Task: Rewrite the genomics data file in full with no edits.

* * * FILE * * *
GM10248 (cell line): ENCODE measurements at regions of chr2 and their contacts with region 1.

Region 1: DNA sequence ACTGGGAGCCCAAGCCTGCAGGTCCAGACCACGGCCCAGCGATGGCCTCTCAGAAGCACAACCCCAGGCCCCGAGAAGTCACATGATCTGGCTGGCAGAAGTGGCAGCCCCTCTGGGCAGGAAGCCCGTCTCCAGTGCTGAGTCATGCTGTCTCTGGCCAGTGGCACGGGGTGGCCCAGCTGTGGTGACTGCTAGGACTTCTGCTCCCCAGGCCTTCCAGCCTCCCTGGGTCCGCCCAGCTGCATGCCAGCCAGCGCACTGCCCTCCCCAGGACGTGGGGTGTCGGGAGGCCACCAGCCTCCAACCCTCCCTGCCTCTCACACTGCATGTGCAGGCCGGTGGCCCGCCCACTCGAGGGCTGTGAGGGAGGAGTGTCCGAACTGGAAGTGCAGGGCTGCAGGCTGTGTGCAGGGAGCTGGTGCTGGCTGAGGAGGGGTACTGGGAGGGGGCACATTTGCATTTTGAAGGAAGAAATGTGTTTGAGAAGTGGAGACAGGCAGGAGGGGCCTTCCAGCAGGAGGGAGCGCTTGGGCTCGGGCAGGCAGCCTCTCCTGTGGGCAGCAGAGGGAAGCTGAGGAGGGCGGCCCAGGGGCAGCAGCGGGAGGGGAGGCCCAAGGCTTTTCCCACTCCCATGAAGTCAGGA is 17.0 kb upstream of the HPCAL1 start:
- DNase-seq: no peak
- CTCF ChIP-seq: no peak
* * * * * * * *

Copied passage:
GM10248 (cell line): ENCODE measurements at regions of chr2 and their contacts with region 1.

Region 1: DNA sequence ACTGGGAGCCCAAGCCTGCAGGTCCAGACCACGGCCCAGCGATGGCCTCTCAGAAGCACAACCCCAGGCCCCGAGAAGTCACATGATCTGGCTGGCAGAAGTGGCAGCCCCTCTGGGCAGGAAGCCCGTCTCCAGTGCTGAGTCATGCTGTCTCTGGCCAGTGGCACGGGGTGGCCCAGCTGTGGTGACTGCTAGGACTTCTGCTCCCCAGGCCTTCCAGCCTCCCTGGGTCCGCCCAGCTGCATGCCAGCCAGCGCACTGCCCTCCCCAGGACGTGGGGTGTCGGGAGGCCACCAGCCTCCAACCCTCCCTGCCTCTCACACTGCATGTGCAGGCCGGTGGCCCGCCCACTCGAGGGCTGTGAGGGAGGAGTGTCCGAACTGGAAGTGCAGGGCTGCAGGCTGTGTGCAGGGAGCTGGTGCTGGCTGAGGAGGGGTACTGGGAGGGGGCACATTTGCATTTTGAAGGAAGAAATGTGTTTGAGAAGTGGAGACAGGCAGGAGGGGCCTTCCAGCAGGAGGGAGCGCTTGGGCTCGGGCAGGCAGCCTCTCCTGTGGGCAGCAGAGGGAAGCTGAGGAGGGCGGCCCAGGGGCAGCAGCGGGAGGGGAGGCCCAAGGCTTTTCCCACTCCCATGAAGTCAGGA is 17.0 kb upstream of the HPCAL1 start:
- DNase-seq: no peak
- CTCF ChIP-seq: no peak